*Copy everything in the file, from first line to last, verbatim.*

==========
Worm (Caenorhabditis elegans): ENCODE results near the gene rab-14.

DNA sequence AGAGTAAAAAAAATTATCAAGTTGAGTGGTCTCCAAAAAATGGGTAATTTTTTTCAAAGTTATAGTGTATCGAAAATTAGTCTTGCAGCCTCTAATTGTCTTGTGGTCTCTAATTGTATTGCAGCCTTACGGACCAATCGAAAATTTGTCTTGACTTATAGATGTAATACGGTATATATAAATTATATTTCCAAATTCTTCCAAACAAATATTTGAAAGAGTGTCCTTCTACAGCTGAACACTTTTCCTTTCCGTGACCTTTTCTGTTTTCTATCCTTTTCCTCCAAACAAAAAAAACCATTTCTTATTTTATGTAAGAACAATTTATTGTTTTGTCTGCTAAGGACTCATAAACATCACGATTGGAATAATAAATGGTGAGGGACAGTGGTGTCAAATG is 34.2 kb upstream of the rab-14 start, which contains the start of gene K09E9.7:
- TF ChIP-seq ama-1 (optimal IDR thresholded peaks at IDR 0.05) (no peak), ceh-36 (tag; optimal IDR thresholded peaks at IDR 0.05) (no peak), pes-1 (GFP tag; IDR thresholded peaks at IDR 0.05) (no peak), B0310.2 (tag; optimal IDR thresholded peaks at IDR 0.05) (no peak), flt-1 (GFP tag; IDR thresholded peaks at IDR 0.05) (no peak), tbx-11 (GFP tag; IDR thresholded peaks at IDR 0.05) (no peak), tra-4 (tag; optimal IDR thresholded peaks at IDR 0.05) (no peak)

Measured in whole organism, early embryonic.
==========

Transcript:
Worm (Caenorhabditis elegans): ENCODE results near the gene rab-14.

DNA sequence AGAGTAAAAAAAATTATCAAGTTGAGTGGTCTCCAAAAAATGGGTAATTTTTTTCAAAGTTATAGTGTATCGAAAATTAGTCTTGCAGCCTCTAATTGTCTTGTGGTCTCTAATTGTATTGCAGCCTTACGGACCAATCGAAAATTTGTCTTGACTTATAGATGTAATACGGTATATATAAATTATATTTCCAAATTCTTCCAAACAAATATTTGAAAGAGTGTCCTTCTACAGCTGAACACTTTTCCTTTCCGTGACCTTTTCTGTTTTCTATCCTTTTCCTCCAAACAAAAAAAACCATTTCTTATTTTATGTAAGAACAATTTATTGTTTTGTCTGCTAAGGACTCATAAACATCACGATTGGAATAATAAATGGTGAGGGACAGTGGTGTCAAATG is 34.2 kb upstream of the rab-14 start, which contains the start of gene K09E9.7:
- TF ChIP-seq ama-1 (optimal IDR thresholded peaks at IDR 0.05) (no peak), ceh-36 (tag; optimal IDR thresholded peaks at IDR 0.05) (no peak), pes-1 (GFP tag; IDR thresholded peaks at IDR 0.05) (no peak), B0310.2 (tag; optimal IDR thresholded peaks at IDR 0.05) (no peak), flt-1 (GFP tag; IDR thresholded peaks at IDR 0.05) (no peak), tbx-11 (GFP tag; IDR thresholded peaks at IDR 0.05) (no peak), tra-4 (tag; optimal IDR thresholded peaks at IDR 0.05) (no peak)

Measured in whole organism, early embryonic.